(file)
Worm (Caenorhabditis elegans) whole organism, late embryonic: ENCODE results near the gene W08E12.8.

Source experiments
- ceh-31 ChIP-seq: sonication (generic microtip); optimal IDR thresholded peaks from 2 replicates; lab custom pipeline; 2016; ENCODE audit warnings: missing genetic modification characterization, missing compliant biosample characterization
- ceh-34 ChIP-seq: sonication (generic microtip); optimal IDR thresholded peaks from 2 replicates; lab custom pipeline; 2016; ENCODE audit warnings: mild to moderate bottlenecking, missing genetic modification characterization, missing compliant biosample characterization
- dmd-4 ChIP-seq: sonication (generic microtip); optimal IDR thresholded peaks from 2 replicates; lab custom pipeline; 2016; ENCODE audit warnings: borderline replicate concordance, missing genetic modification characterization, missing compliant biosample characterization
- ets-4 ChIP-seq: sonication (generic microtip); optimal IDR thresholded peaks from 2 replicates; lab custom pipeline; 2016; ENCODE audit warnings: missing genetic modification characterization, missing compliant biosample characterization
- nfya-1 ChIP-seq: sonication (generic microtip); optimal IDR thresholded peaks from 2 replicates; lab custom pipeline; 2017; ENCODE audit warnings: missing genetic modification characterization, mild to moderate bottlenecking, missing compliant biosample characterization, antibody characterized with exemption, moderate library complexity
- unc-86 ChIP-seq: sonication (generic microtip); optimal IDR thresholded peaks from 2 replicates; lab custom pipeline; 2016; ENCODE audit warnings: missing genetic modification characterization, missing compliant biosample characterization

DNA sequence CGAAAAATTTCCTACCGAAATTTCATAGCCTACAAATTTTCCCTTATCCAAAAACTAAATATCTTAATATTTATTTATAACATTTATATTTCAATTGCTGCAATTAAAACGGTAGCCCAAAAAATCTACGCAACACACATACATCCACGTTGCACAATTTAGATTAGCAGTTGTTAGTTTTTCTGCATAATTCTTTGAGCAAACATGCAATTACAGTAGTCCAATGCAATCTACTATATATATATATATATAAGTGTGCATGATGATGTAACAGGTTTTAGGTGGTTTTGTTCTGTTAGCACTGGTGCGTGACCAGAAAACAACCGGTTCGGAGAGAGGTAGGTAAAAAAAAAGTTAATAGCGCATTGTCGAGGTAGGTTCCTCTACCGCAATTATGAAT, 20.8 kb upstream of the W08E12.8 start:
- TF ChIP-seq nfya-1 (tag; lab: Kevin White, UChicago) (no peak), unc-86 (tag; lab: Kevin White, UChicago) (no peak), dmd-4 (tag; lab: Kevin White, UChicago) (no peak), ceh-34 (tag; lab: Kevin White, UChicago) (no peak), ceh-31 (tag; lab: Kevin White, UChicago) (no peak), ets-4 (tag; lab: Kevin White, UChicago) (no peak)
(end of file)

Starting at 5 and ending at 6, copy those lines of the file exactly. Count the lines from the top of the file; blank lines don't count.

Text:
- dmd-4 ChIP-seq: sonication (generic microtip); optimal IDR thresholded peaks from 2 replicates; lab custom pipeline; 2016; ENCODE audit warnings: borderline replicate concordance, missing genetic modification characterization, missing compliant biosample characterization
- ets-4 ChIP-seq: sonication (generic microtip); optimal IDR thresholded peaks from 2 replicates; lab custom pipeline; 2016; ENCODE audit warnings: missing genetic modification characterization, missing compliant biosample characterization